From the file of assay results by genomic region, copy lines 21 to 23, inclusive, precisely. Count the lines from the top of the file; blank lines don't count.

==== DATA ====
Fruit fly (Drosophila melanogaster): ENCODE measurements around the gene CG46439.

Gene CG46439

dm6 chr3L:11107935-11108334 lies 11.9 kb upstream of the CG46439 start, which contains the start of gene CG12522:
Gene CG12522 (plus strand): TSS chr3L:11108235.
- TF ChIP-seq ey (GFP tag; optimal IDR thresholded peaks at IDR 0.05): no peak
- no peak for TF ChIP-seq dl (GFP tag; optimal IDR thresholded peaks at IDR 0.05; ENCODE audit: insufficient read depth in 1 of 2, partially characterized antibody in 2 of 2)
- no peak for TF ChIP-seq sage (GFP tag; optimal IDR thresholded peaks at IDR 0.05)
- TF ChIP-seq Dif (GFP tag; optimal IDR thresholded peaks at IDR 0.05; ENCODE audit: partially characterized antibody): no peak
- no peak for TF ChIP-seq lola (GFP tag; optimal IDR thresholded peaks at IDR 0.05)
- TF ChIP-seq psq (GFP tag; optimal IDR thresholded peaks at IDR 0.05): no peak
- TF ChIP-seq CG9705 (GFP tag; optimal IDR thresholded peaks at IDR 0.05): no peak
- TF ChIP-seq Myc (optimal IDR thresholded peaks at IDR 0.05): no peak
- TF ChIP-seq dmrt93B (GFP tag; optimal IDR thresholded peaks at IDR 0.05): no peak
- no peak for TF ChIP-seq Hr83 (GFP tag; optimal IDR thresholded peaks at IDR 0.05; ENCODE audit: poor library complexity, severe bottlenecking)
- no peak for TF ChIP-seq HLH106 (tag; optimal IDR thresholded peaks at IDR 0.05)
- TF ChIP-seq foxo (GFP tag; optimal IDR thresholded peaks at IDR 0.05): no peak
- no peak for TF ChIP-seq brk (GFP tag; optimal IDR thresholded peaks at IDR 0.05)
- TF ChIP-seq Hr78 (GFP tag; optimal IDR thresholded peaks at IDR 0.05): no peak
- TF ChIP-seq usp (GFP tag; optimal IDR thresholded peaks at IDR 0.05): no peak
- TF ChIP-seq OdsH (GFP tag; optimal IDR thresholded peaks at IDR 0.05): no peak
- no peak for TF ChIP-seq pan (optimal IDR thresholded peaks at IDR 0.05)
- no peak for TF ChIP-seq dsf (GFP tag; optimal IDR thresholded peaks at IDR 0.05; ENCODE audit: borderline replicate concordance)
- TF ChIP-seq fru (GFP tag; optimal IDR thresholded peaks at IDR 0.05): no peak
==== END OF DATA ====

- no peak for TF ChIP-seq pan (optimal IDR thresholded peaks at IDR 0.05)
- no peak for TF ChIP-seq dsf (GFP tag; optimal IDR thresholded peaks at IDR 0.05; ENCODE audit: borderline replicate concordance)
- TF ChIP-seq fru (GFP tag; optimal IDR thresholded peaks at IDR 0.05): no peak